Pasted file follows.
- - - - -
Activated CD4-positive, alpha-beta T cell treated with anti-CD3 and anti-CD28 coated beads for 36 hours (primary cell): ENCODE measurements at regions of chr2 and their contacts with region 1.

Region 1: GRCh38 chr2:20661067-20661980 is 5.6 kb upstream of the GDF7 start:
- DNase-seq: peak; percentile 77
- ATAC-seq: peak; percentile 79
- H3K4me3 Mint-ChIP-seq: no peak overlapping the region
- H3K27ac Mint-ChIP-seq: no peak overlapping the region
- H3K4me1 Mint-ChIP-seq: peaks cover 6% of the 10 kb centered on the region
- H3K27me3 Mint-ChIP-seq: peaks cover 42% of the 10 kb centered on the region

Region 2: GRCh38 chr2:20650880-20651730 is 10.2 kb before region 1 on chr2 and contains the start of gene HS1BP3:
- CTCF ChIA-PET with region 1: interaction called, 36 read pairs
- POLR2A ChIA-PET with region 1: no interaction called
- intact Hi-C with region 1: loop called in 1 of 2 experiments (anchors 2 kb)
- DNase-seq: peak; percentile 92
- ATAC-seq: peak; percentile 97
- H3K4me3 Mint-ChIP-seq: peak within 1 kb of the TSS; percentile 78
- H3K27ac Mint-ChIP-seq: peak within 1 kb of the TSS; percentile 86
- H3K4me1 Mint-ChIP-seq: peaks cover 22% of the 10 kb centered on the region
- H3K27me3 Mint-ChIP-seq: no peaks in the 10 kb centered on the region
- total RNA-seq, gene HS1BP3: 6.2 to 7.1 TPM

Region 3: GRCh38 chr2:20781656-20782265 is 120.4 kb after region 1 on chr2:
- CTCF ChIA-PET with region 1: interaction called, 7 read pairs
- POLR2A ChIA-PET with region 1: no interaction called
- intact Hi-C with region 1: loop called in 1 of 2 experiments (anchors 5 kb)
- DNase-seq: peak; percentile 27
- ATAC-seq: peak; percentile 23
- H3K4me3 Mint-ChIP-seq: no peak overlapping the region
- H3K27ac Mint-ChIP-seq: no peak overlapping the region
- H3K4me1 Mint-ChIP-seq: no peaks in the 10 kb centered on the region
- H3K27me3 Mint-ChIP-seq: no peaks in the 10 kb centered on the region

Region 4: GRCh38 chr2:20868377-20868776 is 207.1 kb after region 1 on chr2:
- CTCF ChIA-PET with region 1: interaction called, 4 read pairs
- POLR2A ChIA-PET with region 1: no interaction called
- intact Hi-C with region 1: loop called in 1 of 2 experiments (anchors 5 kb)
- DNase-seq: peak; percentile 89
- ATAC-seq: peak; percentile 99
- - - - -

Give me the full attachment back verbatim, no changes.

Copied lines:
Activated CD4-positive, alpha-beta T cell treated with anti-CD3 and anti-CD28 coated beads for 36 hours (primary cell): ENCODE measurements at regions of chr2 and their contacts with region 1.

Region 1: GRCh38 chr2:20661067-20661980 is 5.6 kb upstream of the GDF7 start:
- DNase-seq: peak; percentile 77
- ATAC-seq: peak; percentile 79
- H3K4me3 Mint-ChIP-seq: no peak overlapping the region
- H3K27ac Mint-ChIP-seq: no peak overlapping the region
- H3K4me1 Mint-ChIP-seq: peaks cover 6% of the 10 kb centered on the region
- H3K27me3 Mint-ChIP-seq: peaks cover 42% of the 10 kb centered on the region

Region 2: GRCh38 chr2:20650880-20651730 is 10.2 kb before region 1 on chr2 and contains the start of gene HS1BP3:
- CTCF ChIA-PET with region 1: interaction called, 36 read pairs
- POLR2A ChIA-PET with region 1: no interaction called
- intact Hi-C with region 1: loop called in 1 of 2 experiments (anchors 2 kb)
- DNase-seq: peak; percentile 92
- ATAC-seq: peak; percentile 97
- H3K4me3 Mint-ChIP-seq: peak within 1 kb of the TSS; percentile 78
- H3K27ac Mint-ChIP-seq: peak within 1 kb of the TSS; percentile 86
- H3K4me1 Mint-ChIP-seq: peaks cover 22% of the 10 kb centered on the region
- H3K27me3 Mint-ChIP-seq: no peaks in the 10 kb centered on the region
- total RNA-seq, gene HS1BP3: 6.2 to 7.1 TPM

Region 3: GRCh38 chr2:20781656-20782265 is 120.4 kb after region 1 on chr2:
- CTCF ChIA-PET with region 1: interaction called, 7 read pairs
- POLR2A ChIA-PET with region 1: no interaction called
- intact Hi-C with region 1: loop called in 1 of 2 experiments (anchors 5 kb)
- DNase-seq: peak; percentile 27
- ATAC-seq: peak; percentile 23
- H3K4me3 Mint-ChIP-seq: no peak overlapping the region
- H3K27ac Mint-ChIP-seq: no peak overlapping the region
- H3K4me1 Mint-ChIP-seq: no peaks in the 10 kb centered on the region
- H3K27me3 Mint-ChIP-seq: no peaks in the 10 kb centered on the region

Region 4: GRCh38 chr2:20868377-20868776 is 207.1 kb after region 1 on chr2:
- CTCF ChIA-PET with region 1: interaction called, 4 read pairs
- POLR2A ChIA-PET with region 1: no interaction called
- intact Hi-C with region 1: loop called in 1 of 2 experiments (anchors 5 kb)
- DNase-seq: peak; percentile 89
- ATAC-seq: peak; percentile 99